25 Jahre IWH

Helge Littke

Helge Littke
Aktuelle Position

seit 9/14

Wissenschaftlicher Mitarbeiter der Abteilung Finanzmärkte

Leibniz-Institut für Wirtschaftsforschung Halle (IWH)


  • Zentralbank-Kommunikation und Interaktion mit Finanzmärkten

Seit September 2014 ist Helge Littke Doktorand in der Abteilung Finanzmärkte. Er forscht zu den Themen Zentralbank-Kommunikation und Interaktion mit Finanzmärkten.

Helge Littke studierte an der Universität Osnabrück.

Ihr Kontakt

Helge Littke
Helge Littke
Mitglied - Abteilung Finanzmärkte
Nachricht senden +49 345 7753-705



Central Bank Transparency and Cross-border Banking

Stefan Eichler Helge Littke Lena Tonzer

in: Journal of International Money and Finance, Nr. 6, 2017


We analyze the effect of central bank transparency on cross-border bank activities. Based on a panel gravity model for cross-border bank claims for 21 home and 47 destination countries from 1998 to 2010, we find strong empirical evidence that a rise in central bank transparency in the destination country, on average, increases cross-border claims. Using interaction models, we find that the positive effect of central bank transparency on cross-border claims is only significant if the central bank is politically independent and operates in a stable economic environment. Central bank transparency and credibility are thus considered complements by banks investing abroad.

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Channeling the Iron Ore Super-cycle: The Role of Regional Bank Branch Networks in Emerging Markets

Helge Littke

in: IWH-Diskussionspapiere, Nr. 11, 2018


The role of the financial system to absorb and to intermediate commodity boom induced windfall gains efficiently presents one of the most pressing issues for developing economies. Using an exogenous increase in iron ore prices in March 2005, I analyse the role of regional bank branch networks in Brazil in reallocating capital from affected to non-affected regions. For the period from March 2004 to March 2006, I find that branches directly exposed to this shock by their geographical location experience an increase in deposit growth in the post-shock period relative to non-affected branches. Given that these deposits are not reinvested locally, I further show that branches located in the non-affected region increase lending growth depending on their indirect exposure to the booming regions via their branch network. Even tough, these results provide evidence against a Dutch Disease type crowding out of the non-iron ore sector, further evidence suggests that this capital reallocation is far from being optimal.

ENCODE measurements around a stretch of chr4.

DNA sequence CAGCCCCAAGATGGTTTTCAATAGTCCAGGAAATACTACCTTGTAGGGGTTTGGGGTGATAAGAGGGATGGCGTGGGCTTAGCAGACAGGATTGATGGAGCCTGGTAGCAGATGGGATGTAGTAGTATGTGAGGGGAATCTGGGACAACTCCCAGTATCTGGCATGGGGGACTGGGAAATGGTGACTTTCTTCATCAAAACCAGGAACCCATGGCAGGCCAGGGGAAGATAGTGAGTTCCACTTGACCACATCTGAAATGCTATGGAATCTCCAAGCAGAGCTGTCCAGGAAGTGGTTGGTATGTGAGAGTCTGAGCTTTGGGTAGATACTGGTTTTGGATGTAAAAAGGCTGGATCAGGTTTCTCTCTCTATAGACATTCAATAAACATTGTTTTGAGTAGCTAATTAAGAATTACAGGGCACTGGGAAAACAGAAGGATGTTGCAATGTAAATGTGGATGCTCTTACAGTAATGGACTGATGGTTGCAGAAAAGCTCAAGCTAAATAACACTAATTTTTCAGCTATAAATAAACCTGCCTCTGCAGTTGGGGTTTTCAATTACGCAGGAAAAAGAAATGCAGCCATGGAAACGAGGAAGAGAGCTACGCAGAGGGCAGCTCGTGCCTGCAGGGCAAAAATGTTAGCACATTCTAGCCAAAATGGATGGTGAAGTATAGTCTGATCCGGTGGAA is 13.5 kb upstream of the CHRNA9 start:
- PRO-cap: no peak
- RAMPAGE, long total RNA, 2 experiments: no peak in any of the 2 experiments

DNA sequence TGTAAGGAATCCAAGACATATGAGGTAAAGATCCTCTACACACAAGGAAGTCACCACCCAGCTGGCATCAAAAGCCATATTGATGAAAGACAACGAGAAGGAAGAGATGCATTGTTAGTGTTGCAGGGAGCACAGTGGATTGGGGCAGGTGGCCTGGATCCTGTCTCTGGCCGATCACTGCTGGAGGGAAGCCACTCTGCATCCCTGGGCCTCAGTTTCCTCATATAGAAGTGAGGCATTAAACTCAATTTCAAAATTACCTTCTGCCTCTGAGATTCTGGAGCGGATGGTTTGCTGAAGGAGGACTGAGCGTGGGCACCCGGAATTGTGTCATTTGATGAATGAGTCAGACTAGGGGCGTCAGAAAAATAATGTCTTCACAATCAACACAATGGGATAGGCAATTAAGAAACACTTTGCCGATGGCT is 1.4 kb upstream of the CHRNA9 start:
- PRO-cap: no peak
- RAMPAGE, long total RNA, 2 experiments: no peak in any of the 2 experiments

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Banks Fearing the Drought? Liquidity Hoarding as a Response to Idiosyncratic Interbank Funding Dry-ups

Helge Littke Matias Ossandon Busch

in: IWH-Diskussionspapiere, Nr. 12, 2018


Since the global financial crisis, economic literature has highlighted banks’ inclination to bolster up their liquid asset positions once the aggregate interbank funding market experiences a dry-up. To this regard, we show that liquidity hoarding and its detrimental effects on credit can also be triggered by idiosyncratic, i.e. bankspecific, interbank funding shocks with implications for monetary policy. Combining a unique data set of the Brazilian banking sector with a novel identification strategy enables us to overcome previous limitations for studying this phenomenon as a bankspecific event. This strategy further helps us to analyse how disruptions in the bank headquarters’ interbank market can lead to liquidity and lending adjustments at the regional bank branch level. From the perspective of the policy maker, understanding this market-to-market spillover effect is important as local bank branch markets are characterised by market concentration and relationship lending.

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Central Bank Transparency and the Volatility of Exchange Rates

Stefan Eichler Helge Littke

in: IWH-Diskussionspapiere, Nr. 22, 2017


We analyze the effect of monetary policy transparency on bilateral exchange rate volatility. We test the theoretical predictions of a stylized model using panel data for 62 currencies from 1998 to 2010. We find strong empirical evidence that an increase in the availability of information about monetary policy objectives decreases exchange rate volatility. Using interaction models, we find that this effect is more pronounced for countries with a lower flexibility of goods prices, a lower level of central bank conservatism, and a higher interest rate sensitivity of money demand.

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